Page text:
How many units of alcohol are really in your drink?

Confused about units of alcohol? So are we. That’s why we’ve constructed a guide so you can find out exactly how many units are in your favourite drinks

Middle aged women are drinking three times more alcohol than recommended because they are confused about unit sizes, and well, we totally get it. The findings came last week from a study of 2000 women conducted by Sara Stewart, as part of her research for her new book Whilst I was Out.

Units of alcohol are something that we just can’t get our heads around either. What’s one unit? Do the units change depending on the strength of the drink? How do I know how many units are in my large glass of wine?  Healthista asked Andrew Russell, Research and Insights Manager at Drinks Aware to help us out (and guess what? Highest unit choices were typical bar measures of beer and wine and lowest were shots, Baileys, mixed drinks and Prosecco!)


What are units and why do we have them?

One unit is equivalent to 10ml of pure alcohol

‘Units are a standardised measure of how much alcohol is in different drinks, because each drink is of a different ABV (alcohol by volume),’ says Russell.

‘So a typical beer is around four or five percent and a typical wine is around 12 or 15 percent while spirits are nearer 40 percent, but of course we drink them in different amounts.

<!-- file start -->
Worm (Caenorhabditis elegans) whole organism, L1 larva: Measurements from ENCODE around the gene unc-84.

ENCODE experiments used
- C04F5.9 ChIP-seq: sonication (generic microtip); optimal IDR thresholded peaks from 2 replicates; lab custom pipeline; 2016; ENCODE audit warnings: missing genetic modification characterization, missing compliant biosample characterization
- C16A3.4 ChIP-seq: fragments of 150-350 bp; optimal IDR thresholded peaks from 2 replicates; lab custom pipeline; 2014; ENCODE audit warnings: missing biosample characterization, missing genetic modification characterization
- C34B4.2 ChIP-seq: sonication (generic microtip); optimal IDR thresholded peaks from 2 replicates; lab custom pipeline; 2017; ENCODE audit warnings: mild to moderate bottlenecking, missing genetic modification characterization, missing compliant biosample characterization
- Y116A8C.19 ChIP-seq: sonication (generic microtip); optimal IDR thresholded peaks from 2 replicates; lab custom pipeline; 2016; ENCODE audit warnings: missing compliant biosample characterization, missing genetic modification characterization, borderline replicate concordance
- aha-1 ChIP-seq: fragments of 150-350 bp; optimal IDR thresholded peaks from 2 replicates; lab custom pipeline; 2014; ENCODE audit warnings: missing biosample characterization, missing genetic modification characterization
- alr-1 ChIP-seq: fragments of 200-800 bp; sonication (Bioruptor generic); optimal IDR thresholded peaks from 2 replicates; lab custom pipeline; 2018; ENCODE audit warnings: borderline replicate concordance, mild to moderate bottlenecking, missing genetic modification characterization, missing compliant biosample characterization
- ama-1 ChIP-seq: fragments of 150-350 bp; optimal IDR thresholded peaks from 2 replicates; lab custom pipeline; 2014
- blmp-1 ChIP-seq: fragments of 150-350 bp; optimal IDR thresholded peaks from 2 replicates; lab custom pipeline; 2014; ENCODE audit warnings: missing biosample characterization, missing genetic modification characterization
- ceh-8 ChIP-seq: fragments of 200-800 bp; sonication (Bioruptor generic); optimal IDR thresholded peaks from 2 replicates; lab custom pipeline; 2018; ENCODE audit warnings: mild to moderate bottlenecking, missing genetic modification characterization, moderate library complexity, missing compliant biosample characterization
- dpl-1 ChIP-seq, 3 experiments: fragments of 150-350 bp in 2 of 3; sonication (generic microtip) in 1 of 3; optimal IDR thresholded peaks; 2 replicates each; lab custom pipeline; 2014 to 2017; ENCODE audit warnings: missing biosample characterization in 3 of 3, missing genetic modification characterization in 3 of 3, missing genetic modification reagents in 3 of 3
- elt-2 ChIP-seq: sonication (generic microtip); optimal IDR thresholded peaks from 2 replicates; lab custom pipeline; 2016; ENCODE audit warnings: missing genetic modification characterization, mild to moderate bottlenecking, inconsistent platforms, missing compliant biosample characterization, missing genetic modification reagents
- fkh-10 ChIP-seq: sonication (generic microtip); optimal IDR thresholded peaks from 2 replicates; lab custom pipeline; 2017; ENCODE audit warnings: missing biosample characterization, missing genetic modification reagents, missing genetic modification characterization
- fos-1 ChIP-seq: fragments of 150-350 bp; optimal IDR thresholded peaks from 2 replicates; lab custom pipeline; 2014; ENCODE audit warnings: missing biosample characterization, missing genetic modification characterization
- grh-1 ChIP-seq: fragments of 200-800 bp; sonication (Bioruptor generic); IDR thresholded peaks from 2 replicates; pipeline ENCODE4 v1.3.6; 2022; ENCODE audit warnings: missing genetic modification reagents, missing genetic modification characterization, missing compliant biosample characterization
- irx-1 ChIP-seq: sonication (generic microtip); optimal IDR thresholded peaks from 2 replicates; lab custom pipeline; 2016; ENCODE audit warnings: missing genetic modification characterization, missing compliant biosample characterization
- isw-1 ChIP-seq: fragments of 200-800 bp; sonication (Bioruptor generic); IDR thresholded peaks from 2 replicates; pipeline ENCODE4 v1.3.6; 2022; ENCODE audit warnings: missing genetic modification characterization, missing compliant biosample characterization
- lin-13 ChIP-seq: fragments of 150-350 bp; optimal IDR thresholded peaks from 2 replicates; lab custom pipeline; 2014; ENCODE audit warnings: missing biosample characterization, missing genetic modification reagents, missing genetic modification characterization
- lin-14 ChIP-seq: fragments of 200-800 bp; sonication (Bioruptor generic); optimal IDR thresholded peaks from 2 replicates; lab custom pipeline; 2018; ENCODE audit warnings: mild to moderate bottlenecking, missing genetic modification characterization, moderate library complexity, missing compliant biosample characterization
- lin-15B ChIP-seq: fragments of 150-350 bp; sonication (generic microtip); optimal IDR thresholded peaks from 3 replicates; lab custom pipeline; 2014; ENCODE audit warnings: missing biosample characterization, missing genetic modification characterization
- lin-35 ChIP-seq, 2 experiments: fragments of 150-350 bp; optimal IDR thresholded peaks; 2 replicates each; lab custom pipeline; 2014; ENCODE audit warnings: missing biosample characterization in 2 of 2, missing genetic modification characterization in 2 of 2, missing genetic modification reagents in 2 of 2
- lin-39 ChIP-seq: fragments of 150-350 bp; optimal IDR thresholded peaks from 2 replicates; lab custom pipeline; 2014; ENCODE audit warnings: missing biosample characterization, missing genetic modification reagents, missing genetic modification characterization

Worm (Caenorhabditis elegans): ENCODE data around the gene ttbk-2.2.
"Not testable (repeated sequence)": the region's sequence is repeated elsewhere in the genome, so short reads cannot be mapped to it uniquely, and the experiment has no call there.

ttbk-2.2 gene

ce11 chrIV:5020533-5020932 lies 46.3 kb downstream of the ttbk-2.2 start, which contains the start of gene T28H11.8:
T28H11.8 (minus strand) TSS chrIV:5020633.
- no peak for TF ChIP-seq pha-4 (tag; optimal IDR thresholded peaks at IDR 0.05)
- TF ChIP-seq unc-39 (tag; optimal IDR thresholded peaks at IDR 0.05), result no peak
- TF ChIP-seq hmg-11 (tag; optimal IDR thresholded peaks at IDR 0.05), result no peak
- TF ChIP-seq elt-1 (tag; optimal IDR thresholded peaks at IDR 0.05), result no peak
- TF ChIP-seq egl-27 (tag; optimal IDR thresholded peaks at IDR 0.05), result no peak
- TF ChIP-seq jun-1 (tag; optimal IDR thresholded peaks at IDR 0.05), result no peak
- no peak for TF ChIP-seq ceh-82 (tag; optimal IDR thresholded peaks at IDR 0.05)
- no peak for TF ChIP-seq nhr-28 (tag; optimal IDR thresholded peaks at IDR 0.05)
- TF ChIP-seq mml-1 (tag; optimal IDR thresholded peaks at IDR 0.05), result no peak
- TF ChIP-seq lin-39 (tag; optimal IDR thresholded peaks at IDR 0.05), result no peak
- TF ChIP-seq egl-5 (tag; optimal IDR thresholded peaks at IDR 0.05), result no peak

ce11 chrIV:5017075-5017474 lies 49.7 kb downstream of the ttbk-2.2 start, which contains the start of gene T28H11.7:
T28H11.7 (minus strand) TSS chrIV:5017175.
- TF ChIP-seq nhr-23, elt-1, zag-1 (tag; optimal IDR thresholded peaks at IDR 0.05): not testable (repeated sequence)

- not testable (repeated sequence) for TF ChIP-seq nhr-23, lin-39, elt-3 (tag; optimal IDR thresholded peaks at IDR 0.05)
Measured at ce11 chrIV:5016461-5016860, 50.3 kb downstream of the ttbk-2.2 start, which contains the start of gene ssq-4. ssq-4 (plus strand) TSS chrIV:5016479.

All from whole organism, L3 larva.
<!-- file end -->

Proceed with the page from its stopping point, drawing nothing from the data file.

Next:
Highest unit choices were typical bar measures of beer and wine and lowest were shots, Baileys, missed drinks and Prosecco

‘We might have a pint of four percent beer or a glass of 15 percent wine but in order to find out which one has more alcohol we measure in units.

The government now recommends we regularly have no more than 14 units a week – the equivalent of six pints of beer or six glasses of medium to large wine.

‘So, one unit is the equivalent to 10ml of pure alcohol’, Russell explains.

How many units can we drink in a week?

The healthy drinking guidelines were re-written earlier this year to be even more Draconian than before, now recommending we regularly have no more than 14 units a week – the equivalent of six pints of beer or six glasses of medium to large wine.

Can we save them all up and have them at once?

‘The advice is not to save them all up at once, you should try and spread them all out over the week, because obviously 14 units in a session is quite intense,’ says Russell. Instead, he suggests that to spread them out evenly we should only have one or two drinks a night.

‘Your liver is what processes alcohol and breaks it down in to a different substance,’ says Russell.

It can only process one unit an hour so if you go out and have 14 units in the space of three or four hours then there’s a huge backlog of alcohol to deal with

‘It can only process one unit an hour so if you go out and have 14 units in the space of three or four hours then there’s a huge backlog of alcohol to deal with.’

Russell explains that this puts your liver under strain because it will prioritise dealing with the alcohol instead of doing it’s normal job of processing fatty acids and as a result, your liver can become damaged.

He also explains that if you were to drink 14 units in one session, the alcohol can stay in your bloodstream for up to 12 hours and is fed around your body, visiting your brain, pancreas, heart and damaging cells.